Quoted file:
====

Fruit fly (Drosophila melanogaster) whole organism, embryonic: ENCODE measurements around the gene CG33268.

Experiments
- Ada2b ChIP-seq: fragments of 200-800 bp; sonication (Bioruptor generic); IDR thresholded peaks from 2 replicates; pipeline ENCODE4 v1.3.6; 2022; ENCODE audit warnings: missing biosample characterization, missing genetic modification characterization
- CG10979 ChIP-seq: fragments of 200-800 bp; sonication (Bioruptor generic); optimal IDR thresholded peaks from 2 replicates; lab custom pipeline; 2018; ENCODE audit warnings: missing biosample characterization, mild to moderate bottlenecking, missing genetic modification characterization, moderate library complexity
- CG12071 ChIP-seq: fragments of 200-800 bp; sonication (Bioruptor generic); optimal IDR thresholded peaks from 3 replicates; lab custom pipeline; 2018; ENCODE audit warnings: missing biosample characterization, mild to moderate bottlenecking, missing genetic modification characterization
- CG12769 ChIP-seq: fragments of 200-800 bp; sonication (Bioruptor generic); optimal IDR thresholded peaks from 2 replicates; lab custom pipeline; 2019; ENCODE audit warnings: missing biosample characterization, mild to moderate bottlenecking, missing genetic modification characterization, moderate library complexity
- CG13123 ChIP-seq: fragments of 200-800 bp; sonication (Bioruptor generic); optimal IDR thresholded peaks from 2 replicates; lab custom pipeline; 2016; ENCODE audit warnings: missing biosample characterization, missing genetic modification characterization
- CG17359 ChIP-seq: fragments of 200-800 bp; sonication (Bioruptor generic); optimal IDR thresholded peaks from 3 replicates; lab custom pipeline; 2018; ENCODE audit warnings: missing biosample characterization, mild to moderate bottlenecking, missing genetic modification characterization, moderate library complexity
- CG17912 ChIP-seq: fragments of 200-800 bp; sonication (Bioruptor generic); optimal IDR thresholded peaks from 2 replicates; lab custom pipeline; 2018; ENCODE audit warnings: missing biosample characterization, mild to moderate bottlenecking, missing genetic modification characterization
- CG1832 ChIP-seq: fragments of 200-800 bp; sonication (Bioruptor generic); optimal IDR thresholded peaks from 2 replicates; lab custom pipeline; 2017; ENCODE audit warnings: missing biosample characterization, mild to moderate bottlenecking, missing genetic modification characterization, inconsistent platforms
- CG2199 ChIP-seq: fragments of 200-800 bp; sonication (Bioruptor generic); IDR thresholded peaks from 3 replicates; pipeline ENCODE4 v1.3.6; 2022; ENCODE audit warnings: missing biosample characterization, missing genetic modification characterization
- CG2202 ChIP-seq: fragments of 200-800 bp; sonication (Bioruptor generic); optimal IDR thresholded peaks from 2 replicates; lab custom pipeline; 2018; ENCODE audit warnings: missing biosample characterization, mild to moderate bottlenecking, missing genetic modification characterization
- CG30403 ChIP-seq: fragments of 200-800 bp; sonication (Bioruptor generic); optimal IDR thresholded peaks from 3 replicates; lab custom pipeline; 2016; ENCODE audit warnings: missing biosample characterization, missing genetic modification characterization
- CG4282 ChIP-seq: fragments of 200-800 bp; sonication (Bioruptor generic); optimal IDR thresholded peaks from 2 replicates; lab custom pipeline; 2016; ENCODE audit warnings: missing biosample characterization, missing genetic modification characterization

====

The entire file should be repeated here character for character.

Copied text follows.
Fruit fly (Drosophila melanogaster) whole organism, embryonic: ENCODE measurements around the gene CG33268.

Experiments
- Ada2b ChIP-seq: fragments of 200-800 bp; sonication (Bioruptor generic); IDR thresholded peaks from 2 replicates; pipeline ENCODE4 v1.3.6; 2022; ENCODE audit warnings: missing biosample characterization, missing genetic modification characterization
- CG10979 ChIP-seq: fragments of 200-800 bp; sonication (Bioruptor generic); optimal IDR thresholded peaks from 2 replicates; lab custom pipeline; 2018; ENCODE audit warnings: missing biosample characterization, mild to moderate bottlenecking, missing genetic modification characterization, moderate library complexity
- CG12071 ChIP-seq: fragments of 200-800 bp; sonication (Bioruptor generic); optimal IDR thresholded peaks from 3 replicates; lab custom pipeline; 2018; ENCODE audit warnings: missing biosample characterization, mild to moderate bottlenecking, missing genetic modification characterization
- CG12769 ChIP-seq: fragments of 200-800 bp; sonication (Bioruptor generic); optimal IDR thresholded peaks from 2 replicates; lab custom pipeline; 2019; ENCODE audit warnings: missing biosample characterization, mild to moderate bottlenecking, missing genetic modification characterization, moderate library complexity
- CG13123 ChIP-seq: fragments of 200-800 bp; sonication (Bioruptor generic); optimal IDR thresholded peaks from 2 replicates; lab custom pipeline; 2016; ENCODE audit warnings: missing biosample characterization, missing genetic modification characterization
- CG17359 ChIP-seq: fragments of 200-800 bp; sonication (Bioruptor generic); optimal IDR thresholded peaks from 3 replicates; lab custom pipeline; 2018; ENCODE audit warnings: missing biosample characterization, mild to moderate bottlenecking, missing genetic modification characterization, moderate library complexity
- CG17912 ChIP-seq: fragments of 200-800 bp; sonication (Bioruptor generic); optimal IDR thresholded peaks from 2 replicates; lab custom pipeline; 2018; ENCODE audit warnings: missing biosample characterization, mild to moderate bottlenecking, missing genetic modification characterization
- CG1832 ChIP-seq: fragments of 200-800 bp; sonication (Bioruptor generic); optimal IDR thresholded peaks from 2 replicates; lab custom pipeline; 2017; ENCODE audit warnings: missing biosample characterization, mild to moderate bottlenecking, missing genetic modification characterization, inconsistent platforms
- CG2199 ChIP-seq: fragments of 200-800 bp; sonication (Bioruptor generic); IDR thresholded peaks from 3 replicates; pipeline ENCODE4 v1.3.6; 2022; ENCODE audit warnings: missing biosample characterization, missing genetic modification characterization
- CG2202 ChIP-seq: fragments of 200-800 bp; sonication (Bioruptor generic); optimal IDR thresholded peaks from 2 replicates; lab custom pipeline; 2018; ENCODE audit warnings: missing biosample characterization, mild to moderate bottlenecking, missing genetic modification characterization
- CG30403 ChIP-seq: fragments of 200-800 bp; sonication (Bioruptor generic); optimal IDR thresholded peaks from 3 replicates; lab custom pipeline; 2016; ENCODE audit warnings: missing biosample characterization, missing genetic modification characterization
- CG4282 ChIP-seq: fragments of 200-800 bp; sonication (Bioruptor generic); optimal IDR thresholded peaks from 2 replicates; lab custom pipeline; 2016; ENCODE audit warnings: missing biosample characterization, missing genetic modification characterization